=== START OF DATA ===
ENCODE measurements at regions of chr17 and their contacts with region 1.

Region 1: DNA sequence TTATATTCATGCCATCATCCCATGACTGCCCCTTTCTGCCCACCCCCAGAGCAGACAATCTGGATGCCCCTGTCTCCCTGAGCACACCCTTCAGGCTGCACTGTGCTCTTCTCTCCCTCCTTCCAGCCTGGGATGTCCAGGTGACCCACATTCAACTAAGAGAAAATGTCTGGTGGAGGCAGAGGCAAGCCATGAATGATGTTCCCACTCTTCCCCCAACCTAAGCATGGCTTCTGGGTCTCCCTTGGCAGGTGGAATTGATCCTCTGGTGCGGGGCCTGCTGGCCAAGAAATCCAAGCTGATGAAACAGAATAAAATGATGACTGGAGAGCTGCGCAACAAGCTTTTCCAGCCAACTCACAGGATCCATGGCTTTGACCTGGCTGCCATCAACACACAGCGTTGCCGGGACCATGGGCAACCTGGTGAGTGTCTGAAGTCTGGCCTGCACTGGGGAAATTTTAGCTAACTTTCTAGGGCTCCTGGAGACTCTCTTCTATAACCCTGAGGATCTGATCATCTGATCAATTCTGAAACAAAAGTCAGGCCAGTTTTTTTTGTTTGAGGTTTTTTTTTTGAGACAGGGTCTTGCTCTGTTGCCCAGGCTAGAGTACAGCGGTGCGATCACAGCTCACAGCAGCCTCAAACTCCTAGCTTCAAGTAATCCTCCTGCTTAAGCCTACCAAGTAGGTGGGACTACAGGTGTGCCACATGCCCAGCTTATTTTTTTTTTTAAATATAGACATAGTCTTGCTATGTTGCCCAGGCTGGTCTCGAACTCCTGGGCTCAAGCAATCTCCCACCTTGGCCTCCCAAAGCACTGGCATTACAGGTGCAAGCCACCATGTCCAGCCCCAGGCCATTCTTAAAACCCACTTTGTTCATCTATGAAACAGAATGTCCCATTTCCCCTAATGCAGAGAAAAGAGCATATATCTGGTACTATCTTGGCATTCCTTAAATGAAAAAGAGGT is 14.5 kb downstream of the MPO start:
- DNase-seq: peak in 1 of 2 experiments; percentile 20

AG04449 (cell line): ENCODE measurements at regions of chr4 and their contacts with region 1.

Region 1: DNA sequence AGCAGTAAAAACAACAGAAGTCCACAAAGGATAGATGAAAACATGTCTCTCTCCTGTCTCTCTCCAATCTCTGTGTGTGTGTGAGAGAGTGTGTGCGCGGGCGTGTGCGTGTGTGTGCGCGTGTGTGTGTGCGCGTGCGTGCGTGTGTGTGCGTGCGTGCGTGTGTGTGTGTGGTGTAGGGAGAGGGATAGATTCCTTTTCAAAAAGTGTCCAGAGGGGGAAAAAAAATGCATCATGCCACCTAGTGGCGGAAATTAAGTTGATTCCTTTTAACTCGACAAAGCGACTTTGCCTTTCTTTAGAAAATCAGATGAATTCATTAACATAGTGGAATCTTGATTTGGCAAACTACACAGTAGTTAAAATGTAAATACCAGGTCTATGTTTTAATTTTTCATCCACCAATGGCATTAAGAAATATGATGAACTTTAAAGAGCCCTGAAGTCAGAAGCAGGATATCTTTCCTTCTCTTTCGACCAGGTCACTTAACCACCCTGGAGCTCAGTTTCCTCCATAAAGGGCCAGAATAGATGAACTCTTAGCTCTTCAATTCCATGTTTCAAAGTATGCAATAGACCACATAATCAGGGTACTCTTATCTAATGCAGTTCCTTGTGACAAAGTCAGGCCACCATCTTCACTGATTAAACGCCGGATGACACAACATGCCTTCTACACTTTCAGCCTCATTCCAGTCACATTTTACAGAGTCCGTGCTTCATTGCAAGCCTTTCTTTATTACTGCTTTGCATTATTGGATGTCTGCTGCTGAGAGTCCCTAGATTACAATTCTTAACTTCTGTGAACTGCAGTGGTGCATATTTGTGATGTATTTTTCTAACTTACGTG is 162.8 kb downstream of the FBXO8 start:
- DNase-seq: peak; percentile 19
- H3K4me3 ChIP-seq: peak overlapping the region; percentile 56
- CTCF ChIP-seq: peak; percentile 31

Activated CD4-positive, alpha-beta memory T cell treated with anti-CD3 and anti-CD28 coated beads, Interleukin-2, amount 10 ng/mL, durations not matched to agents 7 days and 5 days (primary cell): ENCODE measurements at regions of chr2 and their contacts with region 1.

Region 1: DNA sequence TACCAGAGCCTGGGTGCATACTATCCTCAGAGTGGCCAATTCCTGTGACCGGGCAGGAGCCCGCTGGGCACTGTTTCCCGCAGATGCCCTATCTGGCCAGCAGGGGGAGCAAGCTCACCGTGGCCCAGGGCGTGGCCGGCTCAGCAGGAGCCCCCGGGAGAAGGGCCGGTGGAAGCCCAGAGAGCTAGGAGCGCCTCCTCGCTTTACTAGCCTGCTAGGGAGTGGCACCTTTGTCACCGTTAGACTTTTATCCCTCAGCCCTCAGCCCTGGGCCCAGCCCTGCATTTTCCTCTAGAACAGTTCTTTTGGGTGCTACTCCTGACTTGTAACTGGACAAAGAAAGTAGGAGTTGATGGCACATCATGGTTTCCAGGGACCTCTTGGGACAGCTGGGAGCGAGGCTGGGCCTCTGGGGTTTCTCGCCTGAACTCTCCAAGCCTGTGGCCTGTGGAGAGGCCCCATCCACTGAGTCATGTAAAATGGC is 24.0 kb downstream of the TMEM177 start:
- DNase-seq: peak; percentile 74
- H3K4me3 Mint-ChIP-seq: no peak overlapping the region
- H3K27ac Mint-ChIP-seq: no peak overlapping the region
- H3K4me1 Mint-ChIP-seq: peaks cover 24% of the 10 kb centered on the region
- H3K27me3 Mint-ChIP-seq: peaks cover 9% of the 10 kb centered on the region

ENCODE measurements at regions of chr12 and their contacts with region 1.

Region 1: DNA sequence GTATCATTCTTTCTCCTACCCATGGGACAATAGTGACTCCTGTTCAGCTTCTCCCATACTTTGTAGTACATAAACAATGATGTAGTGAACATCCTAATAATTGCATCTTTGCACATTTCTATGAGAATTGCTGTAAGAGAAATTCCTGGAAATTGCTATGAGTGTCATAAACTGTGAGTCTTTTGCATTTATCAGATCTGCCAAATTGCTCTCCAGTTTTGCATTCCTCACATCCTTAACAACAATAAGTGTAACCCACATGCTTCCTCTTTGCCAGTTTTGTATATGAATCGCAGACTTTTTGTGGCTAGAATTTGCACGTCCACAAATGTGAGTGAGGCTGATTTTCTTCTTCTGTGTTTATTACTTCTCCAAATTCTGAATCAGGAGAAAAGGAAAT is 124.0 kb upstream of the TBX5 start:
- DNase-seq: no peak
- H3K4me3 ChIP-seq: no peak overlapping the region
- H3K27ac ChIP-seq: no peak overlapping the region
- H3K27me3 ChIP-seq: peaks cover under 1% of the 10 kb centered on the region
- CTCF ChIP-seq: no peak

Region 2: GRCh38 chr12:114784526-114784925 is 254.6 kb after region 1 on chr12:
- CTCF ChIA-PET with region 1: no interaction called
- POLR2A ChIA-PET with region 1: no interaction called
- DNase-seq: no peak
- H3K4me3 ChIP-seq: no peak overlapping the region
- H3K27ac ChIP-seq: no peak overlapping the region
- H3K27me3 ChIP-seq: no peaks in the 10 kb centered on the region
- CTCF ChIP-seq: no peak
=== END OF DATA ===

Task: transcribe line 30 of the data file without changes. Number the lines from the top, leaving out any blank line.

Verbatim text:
- CTCF ChIP-seq: no peak